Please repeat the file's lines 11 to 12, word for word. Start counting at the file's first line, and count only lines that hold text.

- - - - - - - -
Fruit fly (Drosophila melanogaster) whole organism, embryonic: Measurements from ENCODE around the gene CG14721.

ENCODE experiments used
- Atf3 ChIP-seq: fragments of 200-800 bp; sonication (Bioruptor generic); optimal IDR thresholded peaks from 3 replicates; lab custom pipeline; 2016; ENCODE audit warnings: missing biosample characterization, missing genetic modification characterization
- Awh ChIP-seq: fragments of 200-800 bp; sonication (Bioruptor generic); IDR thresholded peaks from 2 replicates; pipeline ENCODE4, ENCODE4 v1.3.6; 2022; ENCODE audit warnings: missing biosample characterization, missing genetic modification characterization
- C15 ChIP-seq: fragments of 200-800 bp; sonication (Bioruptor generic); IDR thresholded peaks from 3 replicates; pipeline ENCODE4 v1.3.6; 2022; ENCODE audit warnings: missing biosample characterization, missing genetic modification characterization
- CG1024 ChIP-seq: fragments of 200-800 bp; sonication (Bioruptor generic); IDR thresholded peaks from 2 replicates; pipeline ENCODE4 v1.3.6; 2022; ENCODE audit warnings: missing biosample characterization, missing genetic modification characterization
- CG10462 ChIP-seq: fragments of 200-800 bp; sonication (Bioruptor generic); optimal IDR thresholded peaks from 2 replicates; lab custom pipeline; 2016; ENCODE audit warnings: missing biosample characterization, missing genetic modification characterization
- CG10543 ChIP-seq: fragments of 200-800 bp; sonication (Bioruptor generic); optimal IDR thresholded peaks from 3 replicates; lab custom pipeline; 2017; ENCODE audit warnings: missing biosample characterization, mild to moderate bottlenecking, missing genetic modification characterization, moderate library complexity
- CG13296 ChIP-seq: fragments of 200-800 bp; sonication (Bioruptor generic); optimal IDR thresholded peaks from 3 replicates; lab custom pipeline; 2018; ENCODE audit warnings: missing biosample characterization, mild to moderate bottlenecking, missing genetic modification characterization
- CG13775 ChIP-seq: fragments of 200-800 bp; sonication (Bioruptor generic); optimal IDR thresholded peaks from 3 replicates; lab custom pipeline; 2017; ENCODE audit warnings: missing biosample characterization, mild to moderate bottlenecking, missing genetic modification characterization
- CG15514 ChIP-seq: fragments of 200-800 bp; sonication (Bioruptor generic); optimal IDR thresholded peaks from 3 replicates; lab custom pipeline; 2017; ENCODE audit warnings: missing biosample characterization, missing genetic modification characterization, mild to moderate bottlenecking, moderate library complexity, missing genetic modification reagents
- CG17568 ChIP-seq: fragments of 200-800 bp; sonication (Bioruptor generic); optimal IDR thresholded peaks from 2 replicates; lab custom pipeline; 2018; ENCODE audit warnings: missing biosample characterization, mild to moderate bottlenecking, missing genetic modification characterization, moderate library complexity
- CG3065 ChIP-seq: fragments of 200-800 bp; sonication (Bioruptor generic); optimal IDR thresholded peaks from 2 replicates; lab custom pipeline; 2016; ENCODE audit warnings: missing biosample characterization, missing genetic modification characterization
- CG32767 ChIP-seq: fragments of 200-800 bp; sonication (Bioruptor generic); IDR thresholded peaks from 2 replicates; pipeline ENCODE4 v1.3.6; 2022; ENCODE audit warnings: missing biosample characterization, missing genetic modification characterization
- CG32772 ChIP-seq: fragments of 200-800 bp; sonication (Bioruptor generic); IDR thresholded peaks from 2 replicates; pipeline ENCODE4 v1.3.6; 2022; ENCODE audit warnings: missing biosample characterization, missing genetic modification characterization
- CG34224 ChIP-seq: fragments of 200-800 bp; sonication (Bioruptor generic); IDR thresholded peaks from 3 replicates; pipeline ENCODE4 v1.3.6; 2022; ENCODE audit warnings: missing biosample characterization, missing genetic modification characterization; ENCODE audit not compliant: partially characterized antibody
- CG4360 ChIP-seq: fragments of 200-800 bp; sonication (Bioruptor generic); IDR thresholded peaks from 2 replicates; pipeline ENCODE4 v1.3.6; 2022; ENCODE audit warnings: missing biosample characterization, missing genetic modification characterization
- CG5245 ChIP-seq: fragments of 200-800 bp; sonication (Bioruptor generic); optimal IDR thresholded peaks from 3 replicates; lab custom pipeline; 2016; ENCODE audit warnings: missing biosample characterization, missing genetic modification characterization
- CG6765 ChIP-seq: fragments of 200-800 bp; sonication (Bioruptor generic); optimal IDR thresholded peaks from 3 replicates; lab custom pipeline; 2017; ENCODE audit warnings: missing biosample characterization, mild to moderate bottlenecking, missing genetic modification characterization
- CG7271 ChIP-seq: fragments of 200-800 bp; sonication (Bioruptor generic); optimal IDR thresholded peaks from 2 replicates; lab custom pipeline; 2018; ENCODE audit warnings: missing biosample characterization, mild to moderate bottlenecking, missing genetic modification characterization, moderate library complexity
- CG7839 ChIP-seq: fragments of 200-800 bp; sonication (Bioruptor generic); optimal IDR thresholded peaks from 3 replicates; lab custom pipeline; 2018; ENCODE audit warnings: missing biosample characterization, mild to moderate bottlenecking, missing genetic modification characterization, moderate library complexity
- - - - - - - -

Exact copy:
- CG15514 ChIP-seq: fragments of 200-800 bp; sonication (Bioruptor generic); optimal IDR thresholded peaks from 3 replicates; lab custom pipeline; 2017; ENCODE audit warnings: missing biosample characterization, missing genetic modification characterization, mild to moderate bottlenecking, moderate library complexity, missing genetic modification reagents
- CG17568 ChIP-seq: fragments of 200-800 bp; sonication (Bioruptor generic); optimal IDR thresholded peaks from 2 replicates; lab custom pipeline; 2018; ENCODE audit warnings: missing biosample characterization, mild to moderate bottlenecking, missing genetic modification characterization, moderate library complexity